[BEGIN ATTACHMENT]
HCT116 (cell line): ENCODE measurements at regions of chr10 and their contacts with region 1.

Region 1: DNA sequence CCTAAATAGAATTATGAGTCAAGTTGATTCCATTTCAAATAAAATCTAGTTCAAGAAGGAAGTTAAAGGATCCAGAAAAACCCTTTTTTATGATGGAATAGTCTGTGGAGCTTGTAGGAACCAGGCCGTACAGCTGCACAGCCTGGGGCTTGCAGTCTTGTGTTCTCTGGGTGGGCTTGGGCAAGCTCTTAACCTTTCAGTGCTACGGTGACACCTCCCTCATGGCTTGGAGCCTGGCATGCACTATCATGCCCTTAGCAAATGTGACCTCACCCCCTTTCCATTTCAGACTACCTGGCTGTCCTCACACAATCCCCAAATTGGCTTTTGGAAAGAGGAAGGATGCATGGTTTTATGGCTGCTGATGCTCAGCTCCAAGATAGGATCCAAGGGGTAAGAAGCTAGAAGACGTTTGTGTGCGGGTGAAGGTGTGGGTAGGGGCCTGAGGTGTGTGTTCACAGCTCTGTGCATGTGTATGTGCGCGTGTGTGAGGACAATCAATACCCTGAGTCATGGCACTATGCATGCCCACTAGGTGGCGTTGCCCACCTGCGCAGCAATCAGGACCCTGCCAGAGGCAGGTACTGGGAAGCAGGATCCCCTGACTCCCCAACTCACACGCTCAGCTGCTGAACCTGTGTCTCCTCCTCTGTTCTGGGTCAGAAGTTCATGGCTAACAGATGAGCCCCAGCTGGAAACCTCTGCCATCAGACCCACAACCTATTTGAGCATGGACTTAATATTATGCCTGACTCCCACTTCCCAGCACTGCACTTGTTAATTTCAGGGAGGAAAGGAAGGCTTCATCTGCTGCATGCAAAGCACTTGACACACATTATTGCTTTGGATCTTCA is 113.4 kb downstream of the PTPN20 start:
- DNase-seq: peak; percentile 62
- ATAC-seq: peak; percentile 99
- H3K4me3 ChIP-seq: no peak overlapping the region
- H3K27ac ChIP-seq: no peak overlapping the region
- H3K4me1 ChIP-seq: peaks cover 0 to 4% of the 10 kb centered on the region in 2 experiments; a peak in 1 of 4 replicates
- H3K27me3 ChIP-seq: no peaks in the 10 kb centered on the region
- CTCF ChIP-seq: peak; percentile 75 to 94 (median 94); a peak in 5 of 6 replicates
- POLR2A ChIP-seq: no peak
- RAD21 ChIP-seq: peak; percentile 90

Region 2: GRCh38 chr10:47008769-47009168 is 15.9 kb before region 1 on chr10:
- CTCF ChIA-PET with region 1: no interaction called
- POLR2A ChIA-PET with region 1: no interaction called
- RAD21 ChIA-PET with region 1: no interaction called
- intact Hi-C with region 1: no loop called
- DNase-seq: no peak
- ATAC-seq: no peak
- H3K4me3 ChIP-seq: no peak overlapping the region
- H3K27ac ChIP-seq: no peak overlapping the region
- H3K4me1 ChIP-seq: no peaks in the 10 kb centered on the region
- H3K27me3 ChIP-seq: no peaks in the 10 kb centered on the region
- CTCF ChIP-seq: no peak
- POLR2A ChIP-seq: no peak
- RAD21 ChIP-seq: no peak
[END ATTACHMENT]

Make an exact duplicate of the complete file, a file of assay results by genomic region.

HCT116 (cell line): ENCODE measurements at regions of chr10 and their contacts with region 1.

Region 1: DNA sequence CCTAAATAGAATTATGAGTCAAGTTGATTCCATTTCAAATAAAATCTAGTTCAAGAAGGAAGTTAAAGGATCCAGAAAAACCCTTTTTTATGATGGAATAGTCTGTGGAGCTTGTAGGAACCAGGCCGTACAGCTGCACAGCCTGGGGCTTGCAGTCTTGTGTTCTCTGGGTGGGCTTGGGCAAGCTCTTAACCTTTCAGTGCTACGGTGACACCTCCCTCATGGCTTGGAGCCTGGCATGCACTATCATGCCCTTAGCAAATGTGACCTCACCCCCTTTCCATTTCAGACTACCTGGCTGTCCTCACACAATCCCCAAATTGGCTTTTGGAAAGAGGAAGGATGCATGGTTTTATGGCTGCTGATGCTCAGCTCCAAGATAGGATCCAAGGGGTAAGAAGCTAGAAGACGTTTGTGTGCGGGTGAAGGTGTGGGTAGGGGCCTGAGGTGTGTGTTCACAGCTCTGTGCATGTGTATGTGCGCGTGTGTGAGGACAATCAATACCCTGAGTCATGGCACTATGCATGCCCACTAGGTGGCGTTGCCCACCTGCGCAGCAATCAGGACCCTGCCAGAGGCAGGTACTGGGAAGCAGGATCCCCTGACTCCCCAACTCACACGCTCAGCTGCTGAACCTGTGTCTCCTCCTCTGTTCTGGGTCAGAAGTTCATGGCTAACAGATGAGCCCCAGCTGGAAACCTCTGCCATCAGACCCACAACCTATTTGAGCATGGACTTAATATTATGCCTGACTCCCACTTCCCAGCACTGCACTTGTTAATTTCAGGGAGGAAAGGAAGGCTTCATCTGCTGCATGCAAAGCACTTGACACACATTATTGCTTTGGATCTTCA is 113.4 kb downstream of the PTPN20 start:
- DNase-seq: peak; percentile 62
- ATAC-seq: peak; percentile 99
- H3K4me3 ChIP-seq: no peak overlapping the region
- H3K27ac ChIP-seq: no peak overlapping the region
- H3K4me1 ChIP-seq: peaks cover 0 to 4% of the 10 kb centered on the region in 2 experiments; a peak in 1 of 4 replicates
- H3K27me3 ChIP-seq: no peaks in the 10 kb centered on the region
- CTCF ChIP-seq: peak; percentile 75 to 94 (median 94); a peak in 5 of 6 replicates
- POLR2A ChIP-seq: no peak
- RAD21 ChIP-seq: peak; percentile 90

Region 2: GRCh38 chr10:47008769-47009168 is 15.9 kb before region 1 on chr10:
- CTCF ChIA-PET with region 1: no interaction called
- POLR2A ChIA-PET with region 1: no interaction called
- RAD21 ChIA-PET with region 1: no interaction called
- intact Hi-C with region 1: no loop called
- DNase-seq: no peak
- ATAC-seq: no peak
- H3K4me3 ChIP-seq: no peak overlapping the region
- H3K27ac ChIP-seq: no peak overlapping the region
- H3K4me1 ChIP-seq: no peaks in the 10 kb centered on the region
- H3K27me3 ChIP-seq: no peaks in the 10 kb centered on the region
- CTCF ChIP-seq: no peak
- POLR2A ChIP-seq: no peak
- RAD21 ChIP-seq: no peak